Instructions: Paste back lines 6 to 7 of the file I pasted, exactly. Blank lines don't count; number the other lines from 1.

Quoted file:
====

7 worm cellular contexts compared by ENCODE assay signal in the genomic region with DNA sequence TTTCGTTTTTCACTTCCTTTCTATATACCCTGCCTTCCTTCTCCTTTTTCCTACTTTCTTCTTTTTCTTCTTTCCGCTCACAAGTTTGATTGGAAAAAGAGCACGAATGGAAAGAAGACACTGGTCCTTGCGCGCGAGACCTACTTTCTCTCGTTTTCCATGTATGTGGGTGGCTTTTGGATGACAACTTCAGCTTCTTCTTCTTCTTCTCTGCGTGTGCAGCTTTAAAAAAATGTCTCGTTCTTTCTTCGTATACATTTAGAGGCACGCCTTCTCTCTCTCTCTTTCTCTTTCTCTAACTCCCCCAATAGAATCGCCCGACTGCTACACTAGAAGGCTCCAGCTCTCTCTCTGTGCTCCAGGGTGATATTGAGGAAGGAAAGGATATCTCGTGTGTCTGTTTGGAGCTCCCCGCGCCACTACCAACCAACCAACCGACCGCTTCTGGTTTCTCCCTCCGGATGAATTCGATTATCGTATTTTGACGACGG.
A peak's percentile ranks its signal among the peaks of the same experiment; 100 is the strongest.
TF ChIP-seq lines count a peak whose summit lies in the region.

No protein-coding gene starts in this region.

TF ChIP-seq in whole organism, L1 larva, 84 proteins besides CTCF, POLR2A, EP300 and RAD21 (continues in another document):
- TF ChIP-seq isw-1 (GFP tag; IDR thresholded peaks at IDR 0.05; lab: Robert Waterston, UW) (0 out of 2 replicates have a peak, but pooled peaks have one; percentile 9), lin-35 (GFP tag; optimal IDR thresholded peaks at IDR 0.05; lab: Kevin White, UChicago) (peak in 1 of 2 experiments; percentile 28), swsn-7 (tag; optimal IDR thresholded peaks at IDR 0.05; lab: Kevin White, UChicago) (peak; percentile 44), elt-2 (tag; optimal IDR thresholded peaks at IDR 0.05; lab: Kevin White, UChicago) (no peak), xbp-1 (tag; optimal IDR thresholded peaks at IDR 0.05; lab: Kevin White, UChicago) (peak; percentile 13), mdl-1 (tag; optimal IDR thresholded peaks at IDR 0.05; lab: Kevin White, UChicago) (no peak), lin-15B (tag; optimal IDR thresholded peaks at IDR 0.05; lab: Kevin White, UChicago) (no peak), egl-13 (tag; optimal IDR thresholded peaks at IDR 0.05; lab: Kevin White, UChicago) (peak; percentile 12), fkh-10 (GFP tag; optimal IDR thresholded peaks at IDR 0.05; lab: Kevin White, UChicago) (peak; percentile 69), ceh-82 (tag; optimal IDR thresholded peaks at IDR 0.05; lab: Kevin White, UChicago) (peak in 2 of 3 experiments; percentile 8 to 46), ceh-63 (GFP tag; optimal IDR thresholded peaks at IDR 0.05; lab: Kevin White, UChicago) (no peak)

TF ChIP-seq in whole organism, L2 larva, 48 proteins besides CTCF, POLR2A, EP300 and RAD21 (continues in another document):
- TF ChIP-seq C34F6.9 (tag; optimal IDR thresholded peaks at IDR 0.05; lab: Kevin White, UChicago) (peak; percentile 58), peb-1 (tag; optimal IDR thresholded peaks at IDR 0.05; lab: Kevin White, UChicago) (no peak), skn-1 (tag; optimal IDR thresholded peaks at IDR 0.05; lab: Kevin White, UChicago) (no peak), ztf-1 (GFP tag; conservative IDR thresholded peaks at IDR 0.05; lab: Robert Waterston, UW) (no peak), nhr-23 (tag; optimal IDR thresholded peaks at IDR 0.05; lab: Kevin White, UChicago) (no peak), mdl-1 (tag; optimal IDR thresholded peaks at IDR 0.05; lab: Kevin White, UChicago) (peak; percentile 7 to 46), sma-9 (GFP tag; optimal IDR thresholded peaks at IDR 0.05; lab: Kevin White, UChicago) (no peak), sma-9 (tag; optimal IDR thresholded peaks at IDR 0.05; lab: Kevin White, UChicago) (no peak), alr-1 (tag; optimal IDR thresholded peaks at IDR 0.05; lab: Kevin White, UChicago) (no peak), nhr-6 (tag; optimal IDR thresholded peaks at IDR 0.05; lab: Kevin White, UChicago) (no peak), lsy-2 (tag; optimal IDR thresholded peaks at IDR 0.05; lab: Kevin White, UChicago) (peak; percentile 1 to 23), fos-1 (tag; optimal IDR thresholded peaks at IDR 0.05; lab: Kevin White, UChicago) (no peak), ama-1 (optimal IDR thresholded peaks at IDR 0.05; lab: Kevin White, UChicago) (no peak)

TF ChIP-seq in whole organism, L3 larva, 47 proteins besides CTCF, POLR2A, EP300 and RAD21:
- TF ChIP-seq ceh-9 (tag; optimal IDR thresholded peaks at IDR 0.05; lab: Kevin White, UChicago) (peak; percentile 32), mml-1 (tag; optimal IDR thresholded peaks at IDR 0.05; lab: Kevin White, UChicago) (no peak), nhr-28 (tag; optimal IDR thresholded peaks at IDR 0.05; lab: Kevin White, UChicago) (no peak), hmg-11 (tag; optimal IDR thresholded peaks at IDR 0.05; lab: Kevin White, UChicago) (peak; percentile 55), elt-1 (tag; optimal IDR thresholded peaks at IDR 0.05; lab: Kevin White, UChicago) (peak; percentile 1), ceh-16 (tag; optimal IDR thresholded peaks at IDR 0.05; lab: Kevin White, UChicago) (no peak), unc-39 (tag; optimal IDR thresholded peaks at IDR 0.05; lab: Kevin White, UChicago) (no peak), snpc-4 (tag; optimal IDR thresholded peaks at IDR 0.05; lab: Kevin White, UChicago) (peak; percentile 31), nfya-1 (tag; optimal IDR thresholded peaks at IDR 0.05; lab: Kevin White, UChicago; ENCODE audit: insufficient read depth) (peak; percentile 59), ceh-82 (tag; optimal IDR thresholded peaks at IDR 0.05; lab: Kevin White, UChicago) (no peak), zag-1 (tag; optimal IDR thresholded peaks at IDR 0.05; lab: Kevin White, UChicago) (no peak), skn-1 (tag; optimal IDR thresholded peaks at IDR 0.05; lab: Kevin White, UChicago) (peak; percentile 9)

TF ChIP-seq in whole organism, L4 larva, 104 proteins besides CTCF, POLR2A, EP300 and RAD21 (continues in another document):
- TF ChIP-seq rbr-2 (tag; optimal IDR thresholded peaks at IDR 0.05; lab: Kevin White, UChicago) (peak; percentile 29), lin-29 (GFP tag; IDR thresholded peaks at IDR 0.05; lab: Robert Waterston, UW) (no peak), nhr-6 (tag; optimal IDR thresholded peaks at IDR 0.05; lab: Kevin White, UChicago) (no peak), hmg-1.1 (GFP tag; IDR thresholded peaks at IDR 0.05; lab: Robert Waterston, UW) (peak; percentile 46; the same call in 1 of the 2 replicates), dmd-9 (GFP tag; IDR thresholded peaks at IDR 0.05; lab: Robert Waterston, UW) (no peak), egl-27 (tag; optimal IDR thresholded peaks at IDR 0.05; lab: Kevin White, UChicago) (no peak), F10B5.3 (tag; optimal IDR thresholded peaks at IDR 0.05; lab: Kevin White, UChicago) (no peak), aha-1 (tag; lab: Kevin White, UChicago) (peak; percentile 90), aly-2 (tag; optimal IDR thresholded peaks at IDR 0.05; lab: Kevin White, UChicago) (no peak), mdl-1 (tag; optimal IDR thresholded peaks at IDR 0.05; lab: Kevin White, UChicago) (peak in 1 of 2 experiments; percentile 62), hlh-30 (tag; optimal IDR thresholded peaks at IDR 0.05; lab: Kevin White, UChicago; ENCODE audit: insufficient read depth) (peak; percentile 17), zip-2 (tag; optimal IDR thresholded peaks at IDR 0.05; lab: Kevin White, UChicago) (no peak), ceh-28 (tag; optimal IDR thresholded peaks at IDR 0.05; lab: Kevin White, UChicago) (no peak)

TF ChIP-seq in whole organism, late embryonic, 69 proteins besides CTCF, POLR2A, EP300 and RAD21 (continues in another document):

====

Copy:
- TF ChIP-seq isw-1 (GFP tag; IDR thresholded peaks at IDR 0.05; lab: Robert Waterston, UW) (0 out of 2 replicates have a peak, but pooled peaks have one; percentile 9), lin-35 (GFP tag; optimal IDR thresholded peaks at IDR 0.05; lab: Kevin White, UChicago) (peak in 1 of 2 experiments; percentile 28), swsn-7 (tag; optimal IDR thresholded peaks at IDR 0.05; lab: Kevin White, UChicago) (peak; percentile 44), elt-2 (tag; optimal IDR thresholded peaks at IDR 0.05; lab: Kevin White, UChicago) (no peak), xbp-1 (tag; optimal IDR thresholded peaks at IDR 0.05; lab: Kevin White, UChicago) (peak; percentile 13), mdl-1 (tag; optimal IDR thresholded peaks at IDR 0.05; lab: Kevin White, UChicago) (no peak), lin-15B (tag; optimal IDR thresholded peaks at IDR 0.05; lab: Kevin White, UChicago) (no peak), egl-13 (tag; optimal IDR thresholded peaks at IDR 0.05; lab: Kevin White, UChicago) (peak; percentile 12), fkh-10 (GFP tag; optimal IDR thresholded peaks at IDR 0.05; lab: Kevin White, UChicago) (peak; percentile 69), ceh-82 (tag; optimal IDR thresholded peaks at IDR 0.05; lab: Kevin White, UChicago) (peak in 2 of 3 experiments; percentile 8 to 46), ceh-63 (GFP tag; optimal IDR thresholded peaks at IDR 0.05; lab: Kevin White, UChicago) (no peak)

TF ChIP-seq in whole organism, L2 larva, 48 proteins besides CTCF, POLR2A, EP300 and RAD21 (continues in another document):